The Government of Manitoba will take new action to protect the province’s water and save Lake Winnipeg, Premier Greg Selinger announced yesterday.

“The stakes are too high and the time to take action is now,” said Selinger. “Lake Winnipeg is one of the largest freshwater lakes in the world and it’s in trouble. We must take the steps necessary to preserve the lake and make it safe for generations of Manitobans to enjoy.”

The premier unveiled the plan to save the lake following the release on Tuesday of a report that clearly shows the lake is at risk. Dr. Peter Leavitt’s five-year study, commissioned by the province, recommends a 50 per cent reduction in phosphorous levels to reverse regular algae blooms and return the lake to a pre-1990 state.

The report shows phosphorous levels in Lake Winnipeg are three times higher than they were in Lake Erie when that lake was described as dead. The call to cut phosphorous levels in the Lake is echoed in the ongoing work of Dr. Greg McCullough of the University of Manitoba.

“The facts couldn’t be clearer. The health of Lake Winnipeg can’t return to what it once was without a significant cut in phosphorous levels and there’s simply no time to delay,” said McCullough.

Increased phosphorous is entering the lake from livestock farming, pollution from cities and wetland loss. Selinger said the Manitoba government will immediately focus on three key areas to reduce the pollutants that put the lake’s water at risk.

1.  Keeping hog manure out of the lake by:

  • banning any new hog industry expansion that does not use advanced environmental practices to protect water;
  • enshrining in legislation a permanent ban on winter spreading of manure; and
  • doubling funding for best environmental management practices that protect water and introducing a new tax credit to help farmers acquire new environmental technologies to treat manure responsibly.

“Allowing the hog industry to expand without limit would put our rivers and lakes at risk,” said Dr. David Schindler, Killam professor of ecology, department of biological sciences, University of Alberta.  “If hog operations can’t control their manure effectively, they should not be allowed to expand.  Similarly, care must be taken to ensure that run-off of synthetic fertilizers does not reach the lake.”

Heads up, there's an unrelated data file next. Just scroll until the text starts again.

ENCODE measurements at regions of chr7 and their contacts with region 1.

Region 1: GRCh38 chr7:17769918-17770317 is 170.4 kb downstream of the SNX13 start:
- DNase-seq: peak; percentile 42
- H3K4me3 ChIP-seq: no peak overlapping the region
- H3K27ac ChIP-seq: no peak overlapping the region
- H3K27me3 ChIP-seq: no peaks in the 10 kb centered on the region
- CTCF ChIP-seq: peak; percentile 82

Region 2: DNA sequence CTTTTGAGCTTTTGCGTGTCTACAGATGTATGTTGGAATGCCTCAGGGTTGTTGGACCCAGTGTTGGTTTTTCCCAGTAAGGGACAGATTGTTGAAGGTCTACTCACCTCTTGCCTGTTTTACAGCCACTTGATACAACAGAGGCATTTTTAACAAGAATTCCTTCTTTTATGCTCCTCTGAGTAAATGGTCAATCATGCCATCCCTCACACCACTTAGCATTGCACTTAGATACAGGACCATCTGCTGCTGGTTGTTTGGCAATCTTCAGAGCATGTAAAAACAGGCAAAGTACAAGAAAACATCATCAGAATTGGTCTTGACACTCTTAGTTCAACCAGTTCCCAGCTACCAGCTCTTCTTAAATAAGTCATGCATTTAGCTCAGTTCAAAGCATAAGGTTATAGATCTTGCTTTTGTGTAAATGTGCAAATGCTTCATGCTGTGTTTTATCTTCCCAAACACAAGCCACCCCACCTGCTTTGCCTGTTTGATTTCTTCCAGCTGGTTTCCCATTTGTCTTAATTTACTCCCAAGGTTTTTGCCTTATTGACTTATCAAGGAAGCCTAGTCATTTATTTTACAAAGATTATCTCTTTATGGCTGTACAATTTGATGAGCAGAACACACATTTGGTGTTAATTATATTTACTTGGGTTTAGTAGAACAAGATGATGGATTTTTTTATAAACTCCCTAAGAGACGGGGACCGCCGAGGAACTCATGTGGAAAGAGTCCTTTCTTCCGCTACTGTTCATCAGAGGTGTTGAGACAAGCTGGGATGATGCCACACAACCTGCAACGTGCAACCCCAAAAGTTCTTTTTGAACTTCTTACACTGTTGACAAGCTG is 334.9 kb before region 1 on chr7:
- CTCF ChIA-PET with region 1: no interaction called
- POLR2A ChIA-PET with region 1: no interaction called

2.  Modernizing sewage treatment in Winnipeg and throughout Manitoba by:

  • Requiring the City of Winnipeg to replace its North End Sewage Treatment Plant with a full biological nutrient removal (BNR) Plant to keep pollutants out of the lake.  Within a year, the city will be required to produce a plan on how it will meet strict limits of pollutant removal. The plan will then have to go to the Clean Environment Commission and the Public Utility Board (PUB) to ensure ratepayers are protected.
  • Enshrining in legislation planning rules to ensure no new subdivisions outside city limits are built without an approved wastewater management plan.

“Phosphorus is regarded as the noxious pollutant responsible for fouling Lake Winnipeg,” said Dr. Henry Venema, director, International Institute for Sustainable Development’s Water Innovation Centre. “However, like potash, phosphorus is also a strategic resource essential to world food security and it should be captured, recycled and transformed into high-value products. Every waste‑water treatment plant in the world should be designed to maximize phosphorus recycling. BNR is the international standard for ensuring that phosphorus is returned to the land to grow the food we need.”

3. Protecting Manitoba’s wetlands by:

  • restoring natural filters like the Netley-Libau Marsh that keep pollutants from entering the lake by investing in projects like cattail harvesting that reduce nutrient loading to the lake and rebuilding the marsh through innovative pilot projects;
  • putting new powers in place to protect wetlands on Crown land; and
  • banning the rapid expansion of peat extraction from wetlands.

“This move recognizes that Manitoba’s boreal peatlands are amongst the most carbon-rich wetlands in the world and taking action to protect them is the smart thing to do,” said Larry Innes, executive director, Canadian Boreal Initiative.

The premier said these actions will take Manitoba in the direction necessary to meet the target of a 50 per cent reduction in phosphorous levels in Lake Winnipeg.

Water-quality experts have also recommended the province review additional measures towards meeting the 50 per cent phosphorous reduction target.  As a result, the province will:

  • Meet with producer groups and stakeholders to find ways to cut phosphorous. Possible measures could include lowering application rates of manure on land, restricting fall application of manure to avoid run-off, requiring manure to be injected or incorporated into soil to prevent run‑off and reviewing impacts of measures focused on eliminating run-off from commercial fertilizer applications.
  • Consult with municipalities to ensure upgrades of municipal sewage plants and lagoons can meet phosphorous-removal limits and water-quality objectives.
  • Meet with stakeholders and develop a surface-water management strategy which could include incentives for landowners to retain wetlands and store water, drainage and infrastructure planning, wetland restoration, shoreline and riparian area protection, water allocation monitoring and planning, watershed planning and buyouts for producers in marginal flood-prone areas.

Selinger said, in the coming year, the province will host an international summit to bring together stakeholders and levels of government throughout the Lake Winnipeg watershed to coordinate phosphorous reductions.


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